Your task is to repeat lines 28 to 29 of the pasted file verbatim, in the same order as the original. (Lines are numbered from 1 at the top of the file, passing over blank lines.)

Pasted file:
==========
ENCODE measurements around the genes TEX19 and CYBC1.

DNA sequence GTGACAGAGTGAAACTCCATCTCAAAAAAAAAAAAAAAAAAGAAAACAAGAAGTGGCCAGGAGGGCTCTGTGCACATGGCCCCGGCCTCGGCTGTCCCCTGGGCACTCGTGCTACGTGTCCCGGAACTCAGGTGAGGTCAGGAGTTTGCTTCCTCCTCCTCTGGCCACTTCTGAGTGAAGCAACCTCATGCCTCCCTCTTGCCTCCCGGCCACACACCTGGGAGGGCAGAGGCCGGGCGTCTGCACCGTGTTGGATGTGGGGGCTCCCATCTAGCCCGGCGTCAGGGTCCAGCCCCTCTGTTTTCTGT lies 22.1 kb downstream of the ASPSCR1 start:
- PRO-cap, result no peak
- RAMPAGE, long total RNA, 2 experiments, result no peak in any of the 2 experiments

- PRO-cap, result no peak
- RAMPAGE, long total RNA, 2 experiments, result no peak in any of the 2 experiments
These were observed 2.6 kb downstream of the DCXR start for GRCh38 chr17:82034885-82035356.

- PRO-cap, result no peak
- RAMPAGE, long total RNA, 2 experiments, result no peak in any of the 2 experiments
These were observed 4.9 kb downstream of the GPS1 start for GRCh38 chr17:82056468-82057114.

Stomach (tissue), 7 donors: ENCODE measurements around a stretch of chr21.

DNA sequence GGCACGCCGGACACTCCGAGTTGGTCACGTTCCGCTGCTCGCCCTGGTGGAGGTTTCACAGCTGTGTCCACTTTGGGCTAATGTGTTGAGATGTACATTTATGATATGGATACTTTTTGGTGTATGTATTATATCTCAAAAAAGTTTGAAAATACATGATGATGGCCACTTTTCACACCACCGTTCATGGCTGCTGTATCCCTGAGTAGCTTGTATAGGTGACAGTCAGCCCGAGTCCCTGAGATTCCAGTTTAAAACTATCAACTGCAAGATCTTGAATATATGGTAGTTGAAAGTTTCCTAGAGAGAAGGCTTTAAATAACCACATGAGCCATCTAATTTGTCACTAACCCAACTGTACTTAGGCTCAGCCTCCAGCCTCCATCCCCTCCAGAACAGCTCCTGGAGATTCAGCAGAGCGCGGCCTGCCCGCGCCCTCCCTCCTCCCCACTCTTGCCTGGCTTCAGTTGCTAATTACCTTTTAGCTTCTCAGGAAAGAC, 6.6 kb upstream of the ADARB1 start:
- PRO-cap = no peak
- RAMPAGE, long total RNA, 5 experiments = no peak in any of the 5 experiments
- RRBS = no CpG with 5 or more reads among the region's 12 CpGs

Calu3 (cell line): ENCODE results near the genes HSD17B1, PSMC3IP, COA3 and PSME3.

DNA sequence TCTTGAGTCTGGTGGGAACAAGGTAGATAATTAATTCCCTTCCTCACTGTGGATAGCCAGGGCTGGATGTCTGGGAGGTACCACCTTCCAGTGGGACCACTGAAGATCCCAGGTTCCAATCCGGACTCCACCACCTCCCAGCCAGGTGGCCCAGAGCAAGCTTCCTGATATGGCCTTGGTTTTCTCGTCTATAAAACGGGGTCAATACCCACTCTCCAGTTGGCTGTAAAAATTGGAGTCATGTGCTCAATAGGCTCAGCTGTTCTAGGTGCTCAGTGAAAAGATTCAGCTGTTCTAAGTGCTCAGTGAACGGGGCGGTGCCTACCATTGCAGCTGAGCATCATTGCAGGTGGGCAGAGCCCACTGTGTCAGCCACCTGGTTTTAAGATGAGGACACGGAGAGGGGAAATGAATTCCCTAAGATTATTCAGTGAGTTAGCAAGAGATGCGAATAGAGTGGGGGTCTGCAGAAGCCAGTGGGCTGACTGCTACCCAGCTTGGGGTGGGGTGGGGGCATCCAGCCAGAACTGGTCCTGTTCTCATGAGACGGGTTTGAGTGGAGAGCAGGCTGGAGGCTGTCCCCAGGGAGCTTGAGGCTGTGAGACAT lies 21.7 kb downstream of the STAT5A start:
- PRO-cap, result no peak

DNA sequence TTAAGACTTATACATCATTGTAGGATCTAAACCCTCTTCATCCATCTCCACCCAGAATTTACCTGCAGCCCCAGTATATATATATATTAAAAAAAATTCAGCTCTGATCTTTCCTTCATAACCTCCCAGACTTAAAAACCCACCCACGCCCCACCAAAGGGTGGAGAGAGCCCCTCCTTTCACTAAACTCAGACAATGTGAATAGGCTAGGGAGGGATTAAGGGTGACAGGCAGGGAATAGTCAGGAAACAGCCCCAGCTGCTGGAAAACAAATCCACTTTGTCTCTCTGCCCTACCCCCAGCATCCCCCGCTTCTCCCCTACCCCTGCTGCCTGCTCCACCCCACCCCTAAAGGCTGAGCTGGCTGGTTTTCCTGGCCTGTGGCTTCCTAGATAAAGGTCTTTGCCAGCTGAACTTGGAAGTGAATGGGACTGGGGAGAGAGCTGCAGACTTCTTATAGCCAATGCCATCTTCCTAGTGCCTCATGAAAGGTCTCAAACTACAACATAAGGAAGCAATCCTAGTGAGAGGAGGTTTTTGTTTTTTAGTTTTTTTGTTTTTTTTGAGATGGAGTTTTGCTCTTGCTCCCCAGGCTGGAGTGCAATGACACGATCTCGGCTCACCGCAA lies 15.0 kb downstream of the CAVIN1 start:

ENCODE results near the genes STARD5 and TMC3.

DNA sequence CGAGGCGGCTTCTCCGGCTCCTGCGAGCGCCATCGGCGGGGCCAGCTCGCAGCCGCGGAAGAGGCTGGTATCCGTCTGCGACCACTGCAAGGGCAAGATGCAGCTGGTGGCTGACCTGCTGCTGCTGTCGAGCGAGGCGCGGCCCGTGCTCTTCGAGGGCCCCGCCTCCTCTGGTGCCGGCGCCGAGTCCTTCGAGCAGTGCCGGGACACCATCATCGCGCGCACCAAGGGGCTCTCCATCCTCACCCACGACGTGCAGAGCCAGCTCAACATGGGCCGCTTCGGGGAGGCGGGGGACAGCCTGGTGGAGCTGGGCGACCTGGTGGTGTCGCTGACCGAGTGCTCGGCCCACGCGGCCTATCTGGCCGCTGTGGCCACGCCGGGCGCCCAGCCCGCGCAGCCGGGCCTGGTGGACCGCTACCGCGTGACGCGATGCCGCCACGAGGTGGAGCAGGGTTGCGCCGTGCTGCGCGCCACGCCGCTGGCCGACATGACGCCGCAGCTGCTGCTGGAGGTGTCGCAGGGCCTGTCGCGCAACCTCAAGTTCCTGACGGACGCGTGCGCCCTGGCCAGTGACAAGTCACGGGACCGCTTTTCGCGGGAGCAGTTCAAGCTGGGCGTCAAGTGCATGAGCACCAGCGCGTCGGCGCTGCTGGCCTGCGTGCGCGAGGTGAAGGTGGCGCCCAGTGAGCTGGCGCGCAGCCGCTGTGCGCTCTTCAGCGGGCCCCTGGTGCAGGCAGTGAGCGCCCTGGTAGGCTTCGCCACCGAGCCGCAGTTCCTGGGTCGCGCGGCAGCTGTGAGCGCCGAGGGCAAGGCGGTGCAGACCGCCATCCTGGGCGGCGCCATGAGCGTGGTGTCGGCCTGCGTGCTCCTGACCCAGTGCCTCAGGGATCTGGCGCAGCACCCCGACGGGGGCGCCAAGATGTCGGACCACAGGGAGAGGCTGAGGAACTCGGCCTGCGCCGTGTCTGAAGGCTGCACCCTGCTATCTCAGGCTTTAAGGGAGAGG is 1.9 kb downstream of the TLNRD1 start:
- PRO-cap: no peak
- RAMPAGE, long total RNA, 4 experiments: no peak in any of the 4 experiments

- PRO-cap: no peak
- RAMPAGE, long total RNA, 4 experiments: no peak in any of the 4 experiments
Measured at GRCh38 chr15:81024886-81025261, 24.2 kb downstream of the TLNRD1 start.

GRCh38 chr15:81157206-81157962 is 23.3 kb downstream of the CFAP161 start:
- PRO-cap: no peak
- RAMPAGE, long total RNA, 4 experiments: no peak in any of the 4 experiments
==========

- PRO-cap: no peak
- RAMPAGE, long total RNA, 4 experiments: no peak in any of the 4 experiments